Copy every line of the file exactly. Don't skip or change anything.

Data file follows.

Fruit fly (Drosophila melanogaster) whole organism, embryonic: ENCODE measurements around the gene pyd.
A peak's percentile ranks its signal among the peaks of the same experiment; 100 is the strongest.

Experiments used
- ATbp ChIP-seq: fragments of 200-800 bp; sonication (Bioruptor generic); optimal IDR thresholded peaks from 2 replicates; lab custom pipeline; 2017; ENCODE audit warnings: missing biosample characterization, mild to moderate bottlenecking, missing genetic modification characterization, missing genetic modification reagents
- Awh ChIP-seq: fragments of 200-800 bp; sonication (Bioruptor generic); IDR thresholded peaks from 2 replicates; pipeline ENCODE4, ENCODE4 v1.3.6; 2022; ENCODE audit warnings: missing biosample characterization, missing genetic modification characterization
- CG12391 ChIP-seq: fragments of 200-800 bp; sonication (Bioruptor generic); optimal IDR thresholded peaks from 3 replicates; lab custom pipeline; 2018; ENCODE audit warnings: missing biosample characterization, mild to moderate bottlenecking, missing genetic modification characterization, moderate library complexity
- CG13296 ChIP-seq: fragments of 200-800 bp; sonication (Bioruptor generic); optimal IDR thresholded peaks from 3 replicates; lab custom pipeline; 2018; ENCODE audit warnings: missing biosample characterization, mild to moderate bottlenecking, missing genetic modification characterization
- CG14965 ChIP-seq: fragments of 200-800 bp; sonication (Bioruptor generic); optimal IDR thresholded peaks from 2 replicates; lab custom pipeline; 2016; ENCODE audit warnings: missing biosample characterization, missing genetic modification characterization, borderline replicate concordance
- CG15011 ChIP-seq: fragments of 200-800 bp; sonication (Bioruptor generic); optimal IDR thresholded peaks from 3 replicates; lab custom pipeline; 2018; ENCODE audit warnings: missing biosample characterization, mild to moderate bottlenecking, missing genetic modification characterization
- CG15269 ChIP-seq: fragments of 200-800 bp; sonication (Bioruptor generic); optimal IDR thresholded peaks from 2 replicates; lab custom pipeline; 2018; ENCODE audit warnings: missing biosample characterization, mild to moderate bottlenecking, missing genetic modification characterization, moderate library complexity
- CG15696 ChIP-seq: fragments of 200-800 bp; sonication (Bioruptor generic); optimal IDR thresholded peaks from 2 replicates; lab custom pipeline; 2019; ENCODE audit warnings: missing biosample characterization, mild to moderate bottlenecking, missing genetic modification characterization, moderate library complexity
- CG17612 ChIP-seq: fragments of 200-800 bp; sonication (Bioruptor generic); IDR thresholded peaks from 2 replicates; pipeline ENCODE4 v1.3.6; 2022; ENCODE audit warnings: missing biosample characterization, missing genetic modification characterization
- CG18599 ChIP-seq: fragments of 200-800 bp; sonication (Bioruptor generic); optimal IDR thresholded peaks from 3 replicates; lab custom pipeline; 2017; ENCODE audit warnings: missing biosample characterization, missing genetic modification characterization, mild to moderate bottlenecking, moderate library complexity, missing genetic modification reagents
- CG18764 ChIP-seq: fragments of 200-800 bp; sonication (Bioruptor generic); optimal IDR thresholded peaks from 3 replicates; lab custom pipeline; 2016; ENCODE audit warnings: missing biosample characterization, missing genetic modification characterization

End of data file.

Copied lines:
Fruit fly (Drosophila melanogaster) whole organism, embryonic: ENCODE measurements around the gene pyd.
A peak's percentile ranks its signal among the peaks of the same experiment; 100 is the strongest.

Experiments used
- ATbp ChIP-seq: fragments of 200-800 bp; sonication (Bioruptor generic); optimal IDR thresholded peaks from 2 replicates; lab custom pipeline; 2017; ENCODE audit warnings: missing biosample characterization, mild to moderate bottlenecking, missing genetic modification characterization, missing genetic modification reagents
- Awh ChIP-seq: fragments of 200-800 bp; sonication (Bioruptor generic); IDR thresholded peaks from 2 replicates; pipeline ENCODE4, ENCODE4 v1.3.6; 2022; ENCODE audit warnings: missing biosample characterization, missing genetic modification characterization
- CG12391 ChIP-seq: fragments of 200-800 bp; sonication (Bioruptor generic); optimal IDR thresholded peaks from 3 replicates; lab custom pipeline; 2018; ENCODE audit warnings: missing biosample characterization, mild to moderate bottlenecking, missing genetic modification characterization, moderate library complexity
- CG13296 ChIP-seq: fragments of 200-800 bp; sonication (Bioruptor generic); optimal IDR thresholded peaks from 3 replicates; lab custom pipeline; 2018; ENCODE audit warnings: missing biosample characterization, mild to moderate bottlenecking, missing genetic modification characterization
- CG14965 ChIP-seq: fragments of 200-800 bp; sonication (Bioruptor generic); optimal IDR thresholded peaks from 2 replicates; lab custom pipeline; 2016; ENCODE audit warnings: missing biosample characterization, missing genetic modification characterization, borderline replicate concordance
- CG15011 ChIP-seq: fragments of 200-800 bp; sonication (Bioruptor generic); optimal IDR thresholded peaks from 3 replicates; lab custom pipeline; 2018; ENCODE audit warnings: missing biosample characterization, mild to moderate bottlenecking, missing genetic modification characterization
- CG15269 ChIP-seq: fragments of 200-800 bp; sonication (Bioruptor generic); optimal IDR thresholded peaks from 2 replicates; lab custom pipeline; 2018; ENCODE audit warnings: missing biosample characterization, mild to moderate bottlenecking, missing genetic modification characterization, moderate library complexity
- CG15696 ChIP-seq: fragments of 200-800 bp; sonication (Bioruptor generic); optimal IDR thresholded peaks from 2 replicates; lab custom pipeline; 2019; ENCODE audit warnings: missing biosample characterization, mild to moderate bottlenecking, missing genetic modification characterization, moderate library complexity
- CG17612 ChIP-seq: fragments of 200-800 bp; sonication (Bioruptor generic); IDR thresholded peaks from 2 replicates; pipeline ENCODE4 v1.3.6; 2022; ENCODE audit warnings: missing biosample characterization, missing genetic modification characterization
- CG18599 ChIP-seq: fragments of 200-800 bp; sonication (Bioruptor generic); optimal IDR thresholded peaks from 3 replicates; lab custom pipeline; 2017; ENCODE audit warnings: missing biosample characterization, missing genetic modification characterization, mild to moderate bottlenecking, moderate library complexity, missing genetic modification reagents
- CG18764 ChIP-seq: fragments of 200-800 bp; sonication (Bioruptor generic); optimal IDR thresholded peaks from 3 replicates; lab custom pipeline; 2016; ENCODE audit warnings: missing biosample characterization, missing genetic modification characterization